Is the 80/20 Rule Out of Date?
In a recent blog post, I discussed an approach that sales operations can use to reduce the amount of time sales reps spend on non-core-selling activities by eliminating, offloading, expediting or automating activities. But how do you decide which problems to tackle first? Sales operations leaders often reference the 80/20 rule when prioritizing efficiency improvement efforts.
The 80/20 rule, also known as the Pareto principle, is a common rule of thumb in business and states that 80 percent of the effects come from 20 percent of the cause. For example: Eighty percent of our profits come from 20 percent of our customers, or 20 percent of sales reps produce 80 percent of sales revenue. The implication for sales operations is that efforts should focus on identifying and eliminating the 20 percent of activities that are causing 80 percent of wasted time for sales reps.
Research done over the last decade suggests that we should take a step beyond 80/20 and apply the 4/50 rule, which states that only 4 percent of the business issues cause more than 50 percent of delays, defects, waste, rework and cost. In the case of sales effectiveness, we can dramatically reduce wasted sales time, effort and energy if we can identify and eliminate the 4 percent of activities that consume 50 percent of sales reps’ non-core selling time.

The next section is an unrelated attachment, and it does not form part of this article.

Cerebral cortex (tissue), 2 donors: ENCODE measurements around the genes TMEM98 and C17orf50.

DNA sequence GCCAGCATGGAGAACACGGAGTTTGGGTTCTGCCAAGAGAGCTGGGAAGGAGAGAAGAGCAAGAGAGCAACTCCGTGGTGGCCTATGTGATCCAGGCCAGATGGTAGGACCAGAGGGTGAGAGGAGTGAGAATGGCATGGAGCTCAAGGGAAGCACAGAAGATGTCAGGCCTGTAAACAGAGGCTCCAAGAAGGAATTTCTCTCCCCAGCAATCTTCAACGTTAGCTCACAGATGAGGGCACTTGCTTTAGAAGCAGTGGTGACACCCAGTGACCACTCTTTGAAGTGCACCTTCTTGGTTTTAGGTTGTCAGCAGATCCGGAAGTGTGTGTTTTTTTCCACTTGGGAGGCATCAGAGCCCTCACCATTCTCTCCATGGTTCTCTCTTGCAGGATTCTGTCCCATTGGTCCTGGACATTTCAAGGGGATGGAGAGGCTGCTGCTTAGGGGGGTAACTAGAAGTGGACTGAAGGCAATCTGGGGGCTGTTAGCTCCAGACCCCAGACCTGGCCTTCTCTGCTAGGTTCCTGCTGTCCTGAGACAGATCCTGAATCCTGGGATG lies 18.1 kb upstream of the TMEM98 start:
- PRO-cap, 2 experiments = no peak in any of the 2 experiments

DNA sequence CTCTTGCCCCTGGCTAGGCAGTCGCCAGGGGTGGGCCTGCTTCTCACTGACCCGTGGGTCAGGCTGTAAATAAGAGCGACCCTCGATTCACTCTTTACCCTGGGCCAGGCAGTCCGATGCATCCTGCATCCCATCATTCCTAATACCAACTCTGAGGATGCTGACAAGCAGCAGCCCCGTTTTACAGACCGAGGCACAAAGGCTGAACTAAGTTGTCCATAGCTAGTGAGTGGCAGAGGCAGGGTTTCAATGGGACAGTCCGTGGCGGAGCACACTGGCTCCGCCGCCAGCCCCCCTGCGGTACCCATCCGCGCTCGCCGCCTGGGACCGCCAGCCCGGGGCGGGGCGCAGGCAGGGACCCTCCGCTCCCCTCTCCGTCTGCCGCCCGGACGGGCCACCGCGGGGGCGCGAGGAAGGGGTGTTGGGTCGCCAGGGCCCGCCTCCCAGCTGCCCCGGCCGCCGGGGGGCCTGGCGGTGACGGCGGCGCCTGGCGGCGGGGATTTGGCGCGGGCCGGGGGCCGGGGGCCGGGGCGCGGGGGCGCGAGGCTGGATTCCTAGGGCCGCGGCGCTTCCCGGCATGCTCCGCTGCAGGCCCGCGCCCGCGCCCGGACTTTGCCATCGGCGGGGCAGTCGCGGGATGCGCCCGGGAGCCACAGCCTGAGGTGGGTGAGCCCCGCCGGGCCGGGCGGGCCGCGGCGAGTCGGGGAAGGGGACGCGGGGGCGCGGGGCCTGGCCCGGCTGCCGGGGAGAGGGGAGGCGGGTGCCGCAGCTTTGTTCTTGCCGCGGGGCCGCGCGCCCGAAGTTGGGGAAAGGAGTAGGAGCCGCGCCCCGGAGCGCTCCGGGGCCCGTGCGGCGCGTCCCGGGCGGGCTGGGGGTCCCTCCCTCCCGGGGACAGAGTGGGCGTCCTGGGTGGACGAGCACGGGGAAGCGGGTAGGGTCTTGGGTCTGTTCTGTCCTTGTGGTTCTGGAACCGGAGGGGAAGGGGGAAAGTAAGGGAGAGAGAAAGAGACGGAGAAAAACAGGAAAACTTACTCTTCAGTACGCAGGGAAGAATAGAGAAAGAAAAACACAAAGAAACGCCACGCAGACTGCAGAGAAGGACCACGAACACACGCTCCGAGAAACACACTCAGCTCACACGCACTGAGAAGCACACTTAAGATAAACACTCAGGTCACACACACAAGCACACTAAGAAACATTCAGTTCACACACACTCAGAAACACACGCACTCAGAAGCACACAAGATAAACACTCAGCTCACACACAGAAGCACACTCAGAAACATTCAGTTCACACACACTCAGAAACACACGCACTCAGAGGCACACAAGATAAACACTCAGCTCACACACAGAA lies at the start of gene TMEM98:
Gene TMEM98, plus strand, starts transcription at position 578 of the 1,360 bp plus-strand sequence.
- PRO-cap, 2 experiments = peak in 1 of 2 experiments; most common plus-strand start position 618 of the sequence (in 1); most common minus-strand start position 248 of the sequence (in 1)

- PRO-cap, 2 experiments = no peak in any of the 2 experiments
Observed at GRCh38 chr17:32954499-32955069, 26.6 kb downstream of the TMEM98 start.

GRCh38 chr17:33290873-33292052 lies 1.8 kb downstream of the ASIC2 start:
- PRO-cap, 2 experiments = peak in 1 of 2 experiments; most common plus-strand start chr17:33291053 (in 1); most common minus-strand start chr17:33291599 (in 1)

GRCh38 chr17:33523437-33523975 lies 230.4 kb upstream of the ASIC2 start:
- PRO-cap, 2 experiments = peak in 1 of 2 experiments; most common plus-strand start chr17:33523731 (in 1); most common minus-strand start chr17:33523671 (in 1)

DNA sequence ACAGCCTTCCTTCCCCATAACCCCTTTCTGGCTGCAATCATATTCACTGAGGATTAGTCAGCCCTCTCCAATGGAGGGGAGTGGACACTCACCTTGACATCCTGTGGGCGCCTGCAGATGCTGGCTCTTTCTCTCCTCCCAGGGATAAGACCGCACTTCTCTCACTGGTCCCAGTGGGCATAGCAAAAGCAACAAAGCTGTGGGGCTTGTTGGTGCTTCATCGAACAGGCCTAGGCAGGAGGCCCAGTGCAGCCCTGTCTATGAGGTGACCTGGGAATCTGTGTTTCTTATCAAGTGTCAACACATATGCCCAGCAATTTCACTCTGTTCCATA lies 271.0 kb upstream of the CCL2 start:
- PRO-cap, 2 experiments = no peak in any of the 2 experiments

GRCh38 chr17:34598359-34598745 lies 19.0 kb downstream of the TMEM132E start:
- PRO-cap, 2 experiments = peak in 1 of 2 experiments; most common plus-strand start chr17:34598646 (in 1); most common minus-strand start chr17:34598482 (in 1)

Rather than starting with wall-to-wall, floor-to-ceiling designs and complex, expensive rollout plans, we can achieve results faster, demonstrate success, drive adoption and make course corrections rapidly at lower cost using the 4/50 rule, which leads to an incremental, measurable and manageable approach to improvement projects, which we refer to as small, manageable chunks (SMACs).
Here are a few key principles of the 4/50 rule, also called the “crawl-walk-run” approach:
- Aim for 50 percent reduction in delay, defects or deviation within six months
- Use small focused teams to quickly solve mission- and profit-critical problems
- Use just-in-time training to achieve organizational learning
- Celebrate each successful milestone
- Accelerate broad adoption by demonstrating success with a small group
The last point may appear counterintuitive but has solid grounding in research on group dynamics, which suggests that when 5 percent of a target population adopts a new technique or practice, the change has begun. To the extent that sales reps experience a successful improvement project, they will continue practicing the technique. Once adoption reaches 20 percent, the change is unstoppable.